The winds of political change swept through South Korea in early 2022. Yoon Suk-yeol, a conservative and former prosecutor general, triumphed in the presidential election. As the incoming president seeks a new direction for Seoul’s foreign policy, perhaps the most politically fraught and sensitive part of his agenda is improving South Korea’s frayed relations with its former colonizer, Japan. Better relations will benefit both countries, but their leaders will need to be careful about how they go about improving relations if they are to create a durable sense of goodwill. They will need to listen to dissident voices, look at their history in new ways and convince the United States to play a productive role.

Demonstrators protest Japan’s decision to remove South Korea from a so-called “white list” of favored export partners, in Seoul, on Aug. 3, 2019.. (Chang W. Lee/The New York Times)
Demonstrators protest Japan’s decision to remove South Korea from a so-called “white list” of favored export partners, in Seoul, on Aug. 3, 2019.. (Chang W. Lee/The New York Times)

Past Efforts to Improve Relations

Efforts to improve relations with Japan have been a hallmark of conservative foreign policy in South Korea for decades. It was under the development-minded dictator Park Chung-hee that Seoul and Tokyo first managed to normalize relations and put aside some of the lingering resentments from the colonial era. After the two signed the Treaty on Basic Relations in 1965, Japanese aid and investment flowed into South Korea, bolstering the country’s high growth rates during the 1960s and 1970s. Chun Doo-hwan, the leader of a military junta that seized power after Park Chung-hee’s assassination on October 26, 1979, took further steps to improve the relationship, including a visit to Tokyo that led to both improved security ties and an apology from Japanese Prime Minister Yasuhiro Nakasone for the “great sufferings” inflicted upon Korea. And it was Park Chung-hee’s daughter, Park Geun-hye, who as president of South Korea reached an agreement with Japanese Prime Minister Shinzo Abe in 2015 to “finally and irreversibly” resolve the comfort women issue while also signing the General Security of Military Information Agreement to facilitate intelligence sharing.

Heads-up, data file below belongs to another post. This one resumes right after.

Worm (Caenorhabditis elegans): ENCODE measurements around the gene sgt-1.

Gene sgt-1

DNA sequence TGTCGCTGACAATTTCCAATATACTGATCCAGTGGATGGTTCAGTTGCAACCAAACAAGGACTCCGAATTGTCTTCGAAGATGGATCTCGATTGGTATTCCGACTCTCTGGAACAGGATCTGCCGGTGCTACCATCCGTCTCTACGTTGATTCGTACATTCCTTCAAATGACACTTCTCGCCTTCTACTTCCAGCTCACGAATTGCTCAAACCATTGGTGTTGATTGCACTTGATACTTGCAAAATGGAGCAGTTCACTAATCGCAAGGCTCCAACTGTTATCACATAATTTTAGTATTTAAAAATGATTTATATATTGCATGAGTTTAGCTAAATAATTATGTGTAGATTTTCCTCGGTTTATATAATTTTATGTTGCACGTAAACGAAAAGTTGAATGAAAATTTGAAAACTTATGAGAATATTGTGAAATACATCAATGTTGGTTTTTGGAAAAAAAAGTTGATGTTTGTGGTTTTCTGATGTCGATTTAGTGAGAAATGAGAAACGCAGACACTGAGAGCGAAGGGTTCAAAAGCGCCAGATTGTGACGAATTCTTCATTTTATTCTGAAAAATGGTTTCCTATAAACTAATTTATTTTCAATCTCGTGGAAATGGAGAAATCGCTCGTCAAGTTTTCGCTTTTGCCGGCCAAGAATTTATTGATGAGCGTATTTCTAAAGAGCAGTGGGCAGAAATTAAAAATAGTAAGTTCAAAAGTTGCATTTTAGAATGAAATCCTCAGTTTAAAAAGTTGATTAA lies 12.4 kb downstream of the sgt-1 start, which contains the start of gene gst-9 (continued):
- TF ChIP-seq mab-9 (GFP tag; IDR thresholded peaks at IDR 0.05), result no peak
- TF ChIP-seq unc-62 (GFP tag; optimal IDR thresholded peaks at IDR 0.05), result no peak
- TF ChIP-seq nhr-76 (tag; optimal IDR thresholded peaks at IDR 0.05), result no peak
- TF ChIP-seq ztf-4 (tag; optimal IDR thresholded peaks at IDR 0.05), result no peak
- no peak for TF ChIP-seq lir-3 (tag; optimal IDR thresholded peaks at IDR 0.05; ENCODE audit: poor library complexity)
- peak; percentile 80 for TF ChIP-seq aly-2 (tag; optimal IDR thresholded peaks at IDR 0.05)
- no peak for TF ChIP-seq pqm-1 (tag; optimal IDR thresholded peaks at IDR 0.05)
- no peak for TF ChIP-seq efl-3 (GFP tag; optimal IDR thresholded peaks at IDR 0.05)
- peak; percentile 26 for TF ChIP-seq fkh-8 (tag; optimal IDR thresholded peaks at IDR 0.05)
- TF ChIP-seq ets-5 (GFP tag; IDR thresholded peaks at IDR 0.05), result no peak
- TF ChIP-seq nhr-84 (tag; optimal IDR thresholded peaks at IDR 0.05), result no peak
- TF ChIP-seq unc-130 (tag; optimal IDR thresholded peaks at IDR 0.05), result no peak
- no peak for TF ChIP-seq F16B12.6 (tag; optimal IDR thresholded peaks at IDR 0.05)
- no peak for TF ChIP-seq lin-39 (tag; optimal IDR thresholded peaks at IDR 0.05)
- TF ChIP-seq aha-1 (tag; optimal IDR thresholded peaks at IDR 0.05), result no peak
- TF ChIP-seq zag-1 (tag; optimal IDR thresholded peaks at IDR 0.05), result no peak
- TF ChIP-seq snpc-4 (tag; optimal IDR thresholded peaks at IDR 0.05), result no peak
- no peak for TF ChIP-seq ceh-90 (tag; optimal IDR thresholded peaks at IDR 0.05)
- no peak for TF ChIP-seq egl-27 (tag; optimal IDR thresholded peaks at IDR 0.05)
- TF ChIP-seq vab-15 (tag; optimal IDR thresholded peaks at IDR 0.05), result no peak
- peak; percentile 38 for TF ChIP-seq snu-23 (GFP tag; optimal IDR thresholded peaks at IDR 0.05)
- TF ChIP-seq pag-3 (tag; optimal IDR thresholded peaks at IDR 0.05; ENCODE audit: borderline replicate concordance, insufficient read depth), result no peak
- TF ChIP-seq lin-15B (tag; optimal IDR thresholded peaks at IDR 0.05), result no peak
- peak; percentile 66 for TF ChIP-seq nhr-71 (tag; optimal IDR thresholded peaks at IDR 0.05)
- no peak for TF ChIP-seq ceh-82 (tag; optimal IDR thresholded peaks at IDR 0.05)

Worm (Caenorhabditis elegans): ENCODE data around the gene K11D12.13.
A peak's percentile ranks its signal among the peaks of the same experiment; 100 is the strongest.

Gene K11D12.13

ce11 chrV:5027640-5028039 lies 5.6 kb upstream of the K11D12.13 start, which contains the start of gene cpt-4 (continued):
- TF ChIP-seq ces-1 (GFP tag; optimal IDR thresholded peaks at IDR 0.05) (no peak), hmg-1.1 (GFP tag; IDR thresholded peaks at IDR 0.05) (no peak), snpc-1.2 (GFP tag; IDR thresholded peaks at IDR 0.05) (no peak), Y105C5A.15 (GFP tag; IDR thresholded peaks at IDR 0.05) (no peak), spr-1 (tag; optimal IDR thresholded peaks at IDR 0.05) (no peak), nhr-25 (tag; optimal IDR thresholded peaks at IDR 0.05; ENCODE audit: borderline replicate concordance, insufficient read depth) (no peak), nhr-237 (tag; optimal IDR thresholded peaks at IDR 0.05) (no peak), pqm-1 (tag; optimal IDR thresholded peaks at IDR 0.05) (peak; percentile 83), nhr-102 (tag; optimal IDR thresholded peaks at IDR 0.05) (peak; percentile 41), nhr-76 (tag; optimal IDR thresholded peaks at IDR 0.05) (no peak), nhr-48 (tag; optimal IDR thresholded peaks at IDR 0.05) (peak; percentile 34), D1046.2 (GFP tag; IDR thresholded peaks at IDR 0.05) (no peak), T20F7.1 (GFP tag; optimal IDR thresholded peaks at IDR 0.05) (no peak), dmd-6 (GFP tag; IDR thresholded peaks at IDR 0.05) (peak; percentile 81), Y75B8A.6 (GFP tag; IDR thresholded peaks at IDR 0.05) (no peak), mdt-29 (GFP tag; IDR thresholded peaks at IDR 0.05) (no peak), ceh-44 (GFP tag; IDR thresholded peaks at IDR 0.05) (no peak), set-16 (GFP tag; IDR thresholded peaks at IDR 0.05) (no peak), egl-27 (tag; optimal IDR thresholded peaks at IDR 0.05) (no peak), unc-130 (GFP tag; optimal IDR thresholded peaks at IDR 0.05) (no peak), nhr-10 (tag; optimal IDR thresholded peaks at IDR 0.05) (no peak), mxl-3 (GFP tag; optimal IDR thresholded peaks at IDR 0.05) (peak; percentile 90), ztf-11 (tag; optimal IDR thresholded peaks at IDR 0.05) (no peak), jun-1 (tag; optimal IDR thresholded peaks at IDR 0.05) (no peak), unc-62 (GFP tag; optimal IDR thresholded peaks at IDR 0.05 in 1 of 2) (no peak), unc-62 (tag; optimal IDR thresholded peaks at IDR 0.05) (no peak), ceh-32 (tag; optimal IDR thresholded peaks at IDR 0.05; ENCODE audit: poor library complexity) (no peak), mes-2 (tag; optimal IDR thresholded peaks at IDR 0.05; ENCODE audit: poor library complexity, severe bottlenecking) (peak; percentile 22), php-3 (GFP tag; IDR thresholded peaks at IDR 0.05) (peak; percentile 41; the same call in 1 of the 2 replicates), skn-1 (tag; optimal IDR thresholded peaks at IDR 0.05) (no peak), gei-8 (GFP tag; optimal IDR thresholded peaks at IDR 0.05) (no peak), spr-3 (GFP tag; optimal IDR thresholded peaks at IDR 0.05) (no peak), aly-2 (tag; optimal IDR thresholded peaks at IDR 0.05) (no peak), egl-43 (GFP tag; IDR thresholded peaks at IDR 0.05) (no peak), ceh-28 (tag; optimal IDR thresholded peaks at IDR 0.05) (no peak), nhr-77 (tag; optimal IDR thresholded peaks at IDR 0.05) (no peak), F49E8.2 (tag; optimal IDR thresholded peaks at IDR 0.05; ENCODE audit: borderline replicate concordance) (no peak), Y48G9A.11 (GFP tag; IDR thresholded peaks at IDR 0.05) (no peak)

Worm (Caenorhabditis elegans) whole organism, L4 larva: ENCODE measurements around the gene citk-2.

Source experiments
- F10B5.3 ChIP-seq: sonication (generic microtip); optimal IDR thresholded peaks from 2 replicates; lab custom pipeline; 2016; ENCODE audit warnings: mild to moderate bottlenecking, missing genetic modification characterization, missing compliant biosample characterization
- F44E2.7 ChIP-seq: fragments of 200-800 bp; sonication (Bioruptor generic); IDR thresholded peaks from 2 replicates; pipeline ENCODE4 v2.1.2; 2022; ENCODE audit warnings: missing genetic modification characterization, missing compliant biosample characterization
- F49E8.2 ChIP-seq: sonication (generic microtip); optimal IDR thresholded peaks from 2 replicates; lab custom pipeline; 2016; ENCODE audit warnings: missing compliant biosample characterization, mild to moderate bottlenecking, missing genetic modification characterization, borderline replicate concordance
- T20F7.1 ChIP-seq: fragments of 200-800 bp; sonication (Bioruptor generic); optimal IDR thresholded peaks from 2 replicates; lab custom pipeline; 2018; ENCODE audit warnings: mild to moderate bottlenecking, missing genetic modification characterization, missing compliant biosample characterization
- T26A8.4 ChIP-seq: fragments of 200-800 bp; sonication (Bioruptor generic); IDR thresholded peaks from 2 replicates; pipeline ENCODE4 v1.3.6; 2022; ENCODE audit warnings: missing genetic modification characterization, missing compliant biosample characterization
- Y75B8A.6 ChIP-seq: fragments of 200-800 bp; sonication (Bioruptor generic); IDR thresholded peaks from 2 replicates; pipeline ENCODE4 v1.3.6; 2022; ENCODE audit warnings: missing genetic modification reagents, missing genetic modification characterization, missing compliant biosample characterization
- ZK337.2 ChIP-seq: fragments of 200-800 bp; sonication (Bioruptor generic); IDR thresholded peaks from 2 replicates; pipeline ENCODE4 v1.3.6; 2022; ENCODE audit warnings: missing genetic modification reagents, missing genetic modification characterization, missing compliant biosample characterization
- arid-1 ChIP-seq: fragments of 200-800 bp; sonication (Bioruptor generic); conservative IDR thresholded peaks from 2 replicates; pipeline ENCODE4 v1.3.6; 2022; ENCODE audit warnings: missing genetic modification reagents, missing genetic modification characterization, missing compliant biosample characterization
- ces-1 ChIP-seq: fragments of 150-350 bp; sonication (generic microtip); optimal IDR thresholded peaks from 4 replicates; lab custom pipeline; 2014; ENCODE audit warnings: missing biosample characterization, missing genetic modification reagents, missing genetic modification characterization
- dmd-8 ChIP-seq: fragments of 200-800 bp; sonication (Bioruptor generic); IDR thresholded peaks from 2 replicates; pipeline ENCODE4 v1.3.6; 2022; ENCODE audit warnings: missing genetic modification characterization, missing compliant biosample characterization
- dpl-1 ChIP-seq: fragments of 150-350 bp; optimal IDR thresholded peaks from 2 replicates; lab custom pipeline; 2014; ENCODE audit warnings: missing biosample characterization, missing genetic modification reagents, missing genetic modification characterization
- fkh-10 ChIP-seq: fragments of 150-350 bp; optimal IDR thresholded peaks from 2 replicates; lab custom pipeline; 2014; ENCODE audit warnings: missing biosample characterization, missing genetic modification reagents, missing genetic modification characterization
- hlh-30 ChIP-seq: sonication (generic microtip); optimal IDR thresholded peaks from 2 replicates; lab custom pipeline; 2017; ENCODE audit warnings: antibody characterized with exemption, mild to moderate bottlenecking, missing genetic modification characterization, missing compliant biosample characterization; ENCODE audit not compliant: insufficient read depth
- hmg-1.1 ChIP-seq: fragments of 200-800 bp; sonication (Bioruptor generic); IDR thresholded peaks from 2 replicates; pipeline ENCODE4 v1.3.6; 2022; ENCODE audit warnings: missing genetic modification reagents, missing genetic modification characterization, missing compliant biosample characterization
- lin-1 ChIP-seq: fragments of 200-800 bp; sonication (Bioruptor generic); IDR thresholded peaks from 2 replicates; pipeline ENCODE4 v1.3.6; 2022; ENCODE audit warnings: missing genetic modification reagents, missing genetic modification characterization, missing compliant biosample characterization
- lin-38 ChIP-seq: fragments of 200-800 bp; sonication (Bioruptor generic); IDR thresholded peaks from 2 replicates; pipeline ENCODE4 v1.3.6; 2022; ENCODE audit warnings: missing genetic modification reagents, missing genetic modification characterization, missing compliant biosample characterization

For the most part, efforts by conservative South Korean leaders to improve relations with Japan have been pragmatic but unpopular. They prioritized security and economic issues while ignoring their critics. But this approach has never produced the kind of durable goodwill between South Korea and Japan that exists among NATO countries. Instead, these efforts were met with ongoing criticism for failing to settle territorial disputes and resolve claims for compensation by Korean victims of Japanese colonialism. South Korea’s last significant agreement with Japan — the 2015 comfort women agreement — unraveled quickly after progressive reformer Moon Jae-in was elected president in 2017. Moon’s annulment of the agreement and the South Korean Supreme Court’s 2018 decision requiring Japanese companies to pay compensation to World War II-era forced labor victims caused relations between Tokyo and Seoul to deteriorate swiftly. The Abe government placed new restrictions on technology exports to South Korea resulting in local boycotts of Japanese goods and efforts by Seoul to reduce its economic reliance on Japan through greater research and development spending.